Tuesday, April 17, 2012

Computer Science, Coding and the Future Economy

I have grown fond of saying "every company is a technology company." While we may tend to characterize different companies by the products they sell, the manufacturing, marketing, logistics, finance, security and corporate governance of any institution are now intimately connected to, and dependent on, technology.

What does that mean for our education system, and how we raise our kids? For starters, I think it means that a core requirement in middle and high school, along with English, history, math and science, needs to be computer science. We can't afford for the next generation to be dependent on technology, but to have no idea how it works. Not only that, but knowing how computers works can be enormously empowering--economically, politically, socially and intellectually. Given that native English speakers have a distinct advantage in learning computer science, because so much of the computer language is based on English vocabulary and syntax, it seems like a no-brainer investment to make in our core curriculum.

Secondly, the rapid technology revolution means we need to leverage new tools like cloud computing, tablets, smart phones, broadband wireless, web applications and wikipedia to make our schools more efficient, education more engaging and personalized, and the objectives of education more directly relevant to student lives. How should this look, managerially? As a staff composition? Schools should not only have designated "tech people" to maintain the network, or computer teachers teaching to type. Schools should have on site programmers building new applications, side-by-side with teachers, so that the "edtech" of the next generation is tech that is specified and customized to real needs of teacher from all subjects.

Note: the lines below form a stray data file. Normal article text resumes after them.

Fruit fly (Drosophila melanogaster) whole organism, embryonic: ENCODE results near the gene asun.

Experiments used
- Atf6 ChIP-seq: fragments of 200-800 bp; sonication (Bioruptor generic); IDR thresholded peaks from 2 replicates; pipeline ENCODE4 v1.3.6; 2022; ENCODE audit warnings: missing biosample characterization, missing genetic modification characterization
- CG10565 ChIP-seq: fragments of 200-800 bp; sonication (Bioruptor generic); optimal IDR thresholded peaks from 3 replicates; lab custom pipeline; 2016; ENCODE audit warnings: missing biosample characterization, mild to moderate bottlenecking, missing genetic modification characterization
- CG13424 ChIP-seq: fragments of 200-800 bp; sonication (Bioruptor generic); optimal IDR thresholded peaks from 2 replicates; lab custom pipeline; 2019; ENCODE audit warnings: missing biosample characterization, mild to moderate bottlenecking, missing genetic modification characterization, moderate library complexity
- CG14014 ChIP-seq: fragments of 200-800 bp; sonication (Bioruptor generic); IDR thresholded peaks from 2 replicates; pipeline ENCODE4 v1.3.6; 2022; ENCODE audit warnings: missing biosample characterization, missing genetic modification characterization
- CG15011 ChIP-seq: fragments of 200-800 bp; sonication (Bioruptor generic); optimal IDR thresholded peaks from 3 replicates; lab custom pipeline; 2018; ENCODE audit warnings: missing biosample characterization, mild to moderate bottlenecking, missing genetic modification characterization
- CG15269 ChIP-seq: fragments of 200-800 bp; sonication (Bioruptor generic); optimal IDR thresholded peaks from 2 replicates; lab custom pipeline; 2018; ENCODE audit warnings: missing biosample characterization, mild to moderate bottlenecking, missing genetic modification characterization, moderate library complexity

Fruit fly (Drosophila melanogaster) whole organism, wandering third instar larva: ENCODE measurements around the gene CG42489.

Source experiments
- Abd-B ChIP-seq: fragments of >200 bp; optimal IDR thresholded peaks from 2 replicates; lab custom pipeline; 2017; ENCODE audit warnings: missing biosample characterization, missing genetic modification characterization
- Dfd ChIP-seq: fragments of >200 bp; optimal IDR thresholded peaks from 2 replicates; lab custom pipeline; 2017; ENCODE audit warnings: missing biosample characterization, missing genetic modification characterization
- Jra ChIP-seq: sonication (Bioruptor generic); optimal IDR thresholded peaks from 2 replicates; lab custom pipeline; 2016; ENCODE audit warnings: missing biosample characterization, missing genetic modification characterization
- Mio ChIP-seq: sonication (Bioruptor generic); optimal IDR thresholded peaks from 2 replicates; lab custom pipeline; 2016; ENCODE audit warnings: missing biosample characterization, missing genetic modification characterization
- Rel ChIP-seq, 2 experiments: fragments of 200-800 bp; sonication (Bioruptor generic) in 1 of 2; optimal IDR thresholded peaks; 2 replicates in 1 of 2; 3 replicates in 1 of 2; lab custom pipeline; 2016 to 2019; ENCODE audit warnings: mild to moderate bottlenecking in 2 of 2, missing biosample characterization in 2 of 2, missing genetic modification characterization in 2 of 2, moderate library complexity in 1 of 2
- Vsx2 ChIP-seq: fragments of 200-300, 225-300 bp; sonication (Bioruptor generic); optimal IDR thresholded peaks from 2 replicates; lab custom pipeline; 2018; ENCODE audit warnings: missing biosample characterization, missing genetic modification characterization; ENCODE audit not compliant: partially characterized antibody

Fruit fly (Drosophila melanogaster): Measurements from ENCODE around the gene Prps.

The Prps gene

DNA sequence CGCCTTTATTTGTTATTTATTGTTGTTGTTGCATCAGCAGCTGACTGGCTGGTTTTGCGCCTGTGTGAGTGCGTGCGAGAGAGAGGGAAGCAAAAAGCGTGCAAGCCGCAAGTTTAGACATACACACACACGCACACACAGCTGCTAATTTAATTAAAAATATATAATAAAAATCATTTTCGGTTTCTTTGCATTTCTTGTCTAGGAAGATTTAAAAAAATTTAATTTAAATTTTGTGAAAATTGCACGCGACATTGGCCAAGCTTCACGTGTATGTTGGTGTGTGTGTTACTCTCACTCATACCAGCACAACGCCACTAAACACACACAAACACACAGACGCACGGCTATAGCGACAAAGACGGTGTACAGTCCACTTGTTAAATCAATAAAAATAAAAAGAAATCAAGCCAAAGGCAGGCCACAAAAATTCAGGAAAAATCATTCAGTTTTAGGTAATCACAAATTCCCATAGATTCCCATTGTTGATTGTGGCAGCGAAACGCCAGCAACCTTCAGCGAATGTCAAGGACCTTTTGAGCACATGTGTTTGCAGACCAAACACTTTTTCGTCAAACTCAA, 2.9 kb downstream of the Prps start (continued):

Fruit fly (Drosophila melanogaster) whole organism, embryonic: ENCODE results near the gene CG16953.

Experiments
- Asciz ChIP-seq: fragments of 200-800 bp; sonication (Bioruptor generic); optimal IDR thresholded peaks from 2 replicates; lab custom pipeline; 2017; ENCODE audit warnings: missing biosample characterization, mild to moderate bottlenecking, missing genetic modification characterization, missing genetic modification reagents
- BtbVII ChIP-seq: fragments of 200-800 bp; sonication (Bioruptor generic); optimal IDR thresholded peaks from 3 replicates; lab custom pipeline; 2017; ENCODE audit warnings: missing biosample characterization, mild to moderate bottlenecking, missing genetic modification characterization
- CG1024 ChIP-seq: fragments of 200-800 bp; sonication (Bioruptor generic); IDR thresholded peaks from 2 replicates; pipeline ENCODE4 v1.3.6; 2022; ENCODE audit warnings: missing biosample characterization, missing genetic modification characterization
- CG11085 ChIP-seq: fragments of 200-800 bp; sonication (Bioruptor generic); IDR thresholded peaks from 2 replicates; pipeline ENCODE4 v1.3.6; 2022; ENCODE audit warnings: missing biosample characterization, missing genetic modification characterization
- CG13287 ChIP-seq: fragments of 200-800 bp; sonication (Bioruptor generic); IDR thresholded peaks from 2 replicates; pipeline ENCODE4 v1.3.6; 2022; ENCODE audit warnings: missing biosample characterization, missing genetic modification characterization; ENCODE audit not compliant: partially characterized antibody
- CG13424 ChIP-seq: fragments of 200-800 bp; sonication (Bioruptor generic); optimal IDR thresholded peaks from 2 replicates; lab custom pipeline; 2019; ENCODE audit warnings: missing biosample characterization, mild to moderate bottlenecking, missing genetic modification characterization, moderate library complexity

I have had the great experience of just completing the first version of my own web-based software application for world history classrooms. I worked with a designer, a UI/UX expert, a back-end engineer, and a programmer. We started with about a month of conversation about the requirements for the database schema and the front-end user interface. After building the database using PostgresQL and drawing mockups for the main user pages, our programmer got to coding the program using Django, a Python web framework.

This was my first experience managing a software development project, and I feel I grew more professionally and intellectually doing this than doing many other tasks over the past few years. Moreover, the product we created, because of careful planning and fluid communication, is a reflection of over five years of my work teaching and seeking solutions to easily assess students for the purpose of differentiation. Now anyone using this app can have an incredibly powerful set of data to inform instruction. I suspect, and our research will soon reveal, that it will transform the learning in classrooms that use it.

It's time to take the technology revolution to our schools; not to make money (though that will obviously happen), but to make a difference in students' lives.